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N2 - Sulforaphane (SFN) has shown anti-cancer effects in cellular and animal studies but its effectiveness has been limited in human studies. Here, the effects of SFN were measured in both human hepatocytes (HHL5) and hepatoma (HepG2) cells. Results showed that SFN inhibited cell viability and induced DNA strand breaks at high doses (≥20 μM). It also activated the nuclear factor (erythroid-derived 2)-like 2 (Nrf2), and increased intracellular glutathione (GSH) levels at 24 h. Pre-treatment with a low dose SFN (≤5 μM) protected against hydrogen peroxide (H2O2)-induced cell damage. High doses of SFN were more toxic towards HHL5 compared to HepG2 cells; the difference is likely due to the disparity in the responses of Nrf2-driven enzymes and -GSH levels between the two cell lines. In addition, HepG2 cells hijacked the cytoprotective effect of SFN over a wider dose range (1.25-20 μM) compared to HHL5. Manipulation of levels of GSH and Nrf2 in HepG2 cells confirmed that both molecules mediate the protective effects of SFN against H2O2. The non-specific nature of SFN in the regulation of cell death and survival could present undesirable risks, i.e. be more toxic to normal cells, and cause chemo-resistance in tumor cells. These issues should be addressed in the context for cancer prevention and treatment before large scale clinical trials are undertaken.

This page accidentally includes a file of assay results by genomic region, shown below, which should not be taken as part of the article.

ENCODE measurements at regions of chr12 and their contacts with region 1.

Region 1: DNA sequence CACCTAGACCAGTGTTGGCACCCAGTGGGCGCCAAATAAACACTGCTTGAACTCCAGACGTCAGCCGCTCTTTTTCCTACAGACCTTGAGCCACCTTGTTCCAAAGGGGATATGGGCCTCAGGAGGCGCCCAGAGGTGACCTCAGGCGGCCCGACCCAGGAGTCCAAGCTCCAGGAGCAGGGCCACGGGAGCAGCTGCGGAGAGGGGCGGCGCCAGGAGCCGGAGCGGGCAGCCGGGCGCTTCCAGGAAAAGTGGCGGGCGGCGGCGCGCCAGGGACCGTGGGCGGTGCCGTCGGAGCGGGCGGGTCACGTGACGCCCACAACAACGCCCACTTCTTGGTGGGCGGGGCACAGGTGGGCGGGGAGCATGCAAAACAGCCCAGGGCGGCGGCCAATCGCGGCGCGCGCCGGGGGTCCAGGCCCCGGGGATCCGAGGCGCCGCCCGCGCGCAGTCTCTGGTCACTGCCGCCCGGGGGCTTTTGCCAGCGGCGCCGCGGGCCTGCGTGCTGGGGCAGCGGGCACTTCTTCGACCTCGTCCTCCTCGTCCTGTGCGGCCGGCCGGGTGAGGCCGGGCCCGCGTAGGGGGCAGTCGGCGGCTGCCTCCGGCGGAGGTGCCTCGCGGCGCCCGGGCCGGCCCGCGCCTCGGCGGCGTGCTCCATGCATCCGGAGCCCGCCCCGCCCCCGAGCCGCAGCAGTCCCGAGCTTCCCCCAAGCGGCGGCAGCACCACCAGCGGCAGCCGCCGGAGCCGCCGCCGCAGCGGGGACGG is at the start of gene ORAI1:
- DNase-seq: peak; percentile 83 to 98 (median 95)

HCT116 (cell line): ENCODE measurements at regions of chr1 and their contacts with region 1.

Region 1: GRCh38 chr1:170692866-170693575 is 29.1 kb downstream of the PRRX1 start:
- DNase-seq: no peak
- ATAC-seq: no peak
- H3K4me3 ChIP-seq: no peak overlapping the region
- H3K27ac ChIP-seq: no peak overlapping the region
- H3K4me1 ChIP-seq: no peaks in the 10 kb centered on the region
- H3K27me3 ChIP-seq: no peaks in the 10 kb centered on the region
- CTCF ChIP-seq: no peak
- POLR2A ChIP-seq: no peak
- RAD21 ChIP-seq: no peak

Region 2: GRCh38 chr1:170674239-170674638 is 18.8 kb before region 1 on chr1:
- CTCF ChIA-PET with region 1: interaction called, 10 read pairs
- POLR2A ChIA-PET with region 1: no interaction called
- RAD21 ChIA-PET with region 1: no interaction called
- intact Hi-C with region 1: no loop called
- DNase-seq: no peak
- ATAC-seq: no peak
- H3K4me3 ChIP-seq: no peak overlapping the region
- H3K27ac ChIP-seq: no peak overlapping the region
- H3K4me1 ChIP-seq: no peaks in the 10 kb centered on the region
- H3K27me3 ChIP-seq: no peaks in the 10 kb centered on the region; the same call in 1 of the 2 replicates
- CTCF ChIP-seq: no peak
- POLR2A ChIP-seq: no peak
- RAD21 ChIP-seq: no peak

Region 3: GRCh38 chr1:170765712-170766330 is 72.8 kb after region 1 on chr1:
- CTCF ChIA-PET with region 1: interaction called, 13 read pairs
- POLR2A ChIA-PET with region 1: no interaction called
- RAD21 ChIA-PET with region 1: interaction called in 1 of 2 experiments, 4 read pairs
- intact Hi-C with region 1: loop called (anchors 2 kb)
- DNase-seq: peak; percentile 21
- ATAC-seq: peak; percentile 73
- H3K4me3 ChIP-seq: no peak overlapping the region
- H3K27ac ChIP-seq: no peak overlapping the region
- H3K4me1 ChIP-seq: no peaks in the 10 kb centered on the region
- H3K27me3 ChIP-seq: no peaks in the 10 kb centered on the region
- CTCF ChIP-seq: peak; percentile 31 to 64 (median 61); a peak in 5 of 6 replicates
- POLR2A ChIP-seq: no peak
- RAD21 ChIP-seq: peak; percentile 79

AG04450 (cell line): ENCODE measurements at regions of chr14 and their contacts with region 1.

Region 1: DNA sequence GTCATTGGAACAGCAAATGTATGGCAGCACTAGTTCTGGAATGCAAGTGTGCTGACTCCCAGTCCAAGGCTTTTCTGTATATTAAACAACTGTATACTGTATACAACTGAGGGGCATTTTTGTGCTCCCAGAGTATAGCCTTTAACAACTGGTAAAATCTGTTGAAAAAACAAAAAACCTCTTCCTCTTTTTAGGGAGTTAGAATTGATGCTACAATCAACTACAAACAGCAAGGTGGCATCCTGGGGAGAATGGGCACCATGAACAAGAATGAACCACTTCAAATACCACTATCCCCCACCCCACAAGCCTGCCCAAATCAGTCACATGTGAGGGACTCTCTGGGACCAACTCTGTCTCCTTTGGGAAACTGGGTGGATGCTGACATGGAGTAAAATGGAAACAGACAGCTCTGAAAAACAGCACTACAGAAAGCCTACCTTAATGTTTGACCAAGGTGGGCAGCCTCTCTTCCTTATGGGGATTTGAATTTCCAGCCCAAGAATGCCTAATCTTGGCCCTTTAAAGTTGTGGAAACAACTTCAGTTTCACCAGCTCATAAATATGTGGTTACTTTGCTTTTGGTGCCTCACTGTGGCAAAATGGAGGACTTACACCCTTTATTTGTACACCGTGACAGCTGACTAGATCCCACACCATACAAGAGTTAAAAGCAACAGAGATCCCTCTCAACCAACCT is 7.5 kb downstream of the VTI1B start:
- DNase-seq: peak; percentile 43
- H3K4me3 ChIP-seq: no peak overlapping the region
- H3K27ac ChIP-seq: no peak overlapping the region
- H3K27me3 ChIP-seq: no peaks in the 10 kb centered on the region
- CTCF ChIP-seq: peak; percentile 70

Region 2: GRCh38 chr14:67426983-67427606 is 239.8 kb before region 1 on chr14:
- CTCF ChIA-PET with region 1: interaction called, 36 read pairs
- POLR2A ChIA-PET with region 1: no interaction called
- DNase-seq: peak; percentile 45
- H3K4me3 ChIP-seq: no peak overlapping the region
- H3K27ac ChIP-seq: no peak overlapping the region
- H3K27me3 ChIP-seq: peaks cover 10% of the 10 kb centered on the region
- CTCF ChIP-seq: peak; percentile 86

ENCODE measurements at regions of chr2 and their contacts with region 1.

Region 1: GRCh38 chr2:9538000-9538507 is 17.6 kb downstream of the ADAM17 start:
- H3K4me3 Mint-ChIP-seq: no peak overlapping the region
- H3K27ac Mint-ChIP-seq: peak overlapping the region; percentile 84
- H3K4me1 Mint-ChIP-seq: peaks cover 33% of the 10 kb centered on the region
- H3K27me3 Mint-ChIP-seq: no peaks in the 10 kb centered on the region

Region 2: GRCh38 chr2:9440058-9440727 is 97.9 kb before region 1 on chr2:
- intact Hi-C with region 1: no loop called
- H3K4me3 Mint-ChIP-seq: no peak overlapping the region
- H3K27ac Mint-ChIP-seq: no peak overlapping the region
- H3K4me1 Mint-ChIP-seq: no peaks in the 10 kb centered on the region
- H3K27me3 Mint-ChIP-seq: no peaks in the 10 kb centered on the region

AB - Sulforaphane (SFN) has shown anti-cancer effects in cellular and animal studies but its effectiveness has been limited in human studies. Here, the effects of SFN were measured in both human hepatocytes (HHL5) and hepatoma (HepG2) cells. Results showed that SFN inhibited cell viability and induced DNA strand breaks at high doses (≥20 μM). It also activated the nuclear factor (erythroid-derived 2)-like 2 (Nrf2), and increased intracellular glutathione (GSH) levels at 24 h. Pre-treatment with a low dose SFN (≤5 μM) protected against hydrogen peroxide (H2O2)-induced cell damage. High doses of SFN were more toxic towards HHL5 compared to HepG2 cells; the difference is likely due to the disparity in the responses of Nrf2-driven enzymes and -GSH levels between the two cell lines. In addition, HepG2 cells hijacked the cytoprotective effect of SFN over a wider dose range (1.25-20 μM) compared to HHL5. Manipulation of levels of GSH and Nrf2 in HepG2 cells confirmed that both molecules mediate the protective effects of SFN against H2O2. The non-specific nature of SFN in the regulation of cell death and survival could present undesirable risks, i.e. be more toxic to normal cells, and cause chemo-resistance in tumor cells. These issues should be addressed in the context for cancer prevention and treatment before large scale clinical trials are undertaken.